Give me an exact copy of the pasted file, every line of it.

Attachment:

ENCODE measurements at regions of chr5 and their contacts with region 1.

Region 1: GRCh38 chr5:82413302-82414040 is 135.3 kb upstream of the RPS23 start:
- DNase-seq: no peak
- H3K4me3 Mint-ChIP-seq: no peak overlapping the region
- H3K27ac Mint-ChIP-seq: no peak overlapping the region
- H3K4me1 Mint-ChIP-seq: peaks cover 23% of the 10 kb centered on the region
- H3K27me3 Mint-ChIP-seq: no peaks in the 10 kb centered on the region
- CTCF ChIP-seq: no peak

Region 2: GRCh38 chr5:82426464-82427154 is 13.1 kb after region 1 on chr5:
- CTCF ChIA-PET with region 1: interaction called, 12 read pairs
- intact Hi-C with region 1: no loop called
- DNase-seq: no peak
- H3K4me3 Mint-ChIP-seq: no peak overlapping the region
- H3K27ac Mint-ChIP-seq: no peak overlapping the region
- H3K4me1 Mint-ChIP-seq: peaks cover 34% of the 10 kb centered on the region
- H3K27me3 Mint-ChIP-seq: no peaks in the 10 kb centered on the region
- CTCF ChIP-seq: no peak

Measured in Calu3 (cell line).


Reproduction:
ENCODE measurements at regions of chr5 and their contacts with region 1.

Region 1: GRCh38 chr5:82413302-82414040 is 135.3 kb upstream of the RPS23 start:
- DNase-seq: no peak
- H3K4me3 Mint-ChIP-seq: no peak overlapping the region
- H3K27ac Mint-ChIP-seq: no peak overlapping the region
- H3K4me1 Mint-ChIP-seq: peaks cover 23% of the 10 kb centered on the region
- H3K27me3 Mint-ChIP-seq: no peaks in the 10 kb centered on the region
- CTCF ChIP-seq: no peak

Region 2: GRCh38 chr5:82426464-82427154 is 13.1 kb after region 1 on chr5:
- CTCF ChIA-PET with region 1: interaction called, 12 read pairs
- intact Hi-C with region 1: no loop called
- DNase-seq: no peak
- H3K4me3 Mint-ChIP-seq: no peak overlapping the region
- H3K27ac Mint-ChIP-seq: no peak overlapping the region
- H3K4me1 Mint-ChIP-seq: peaks cover 34% of the 10 kb centered on the region
- H3K27me3 Mint-ChIP-seq: no peaks in the 10 kb centered on the region
- CTCF ChIP-seq: no peak

Measured in Calu3 (cell line).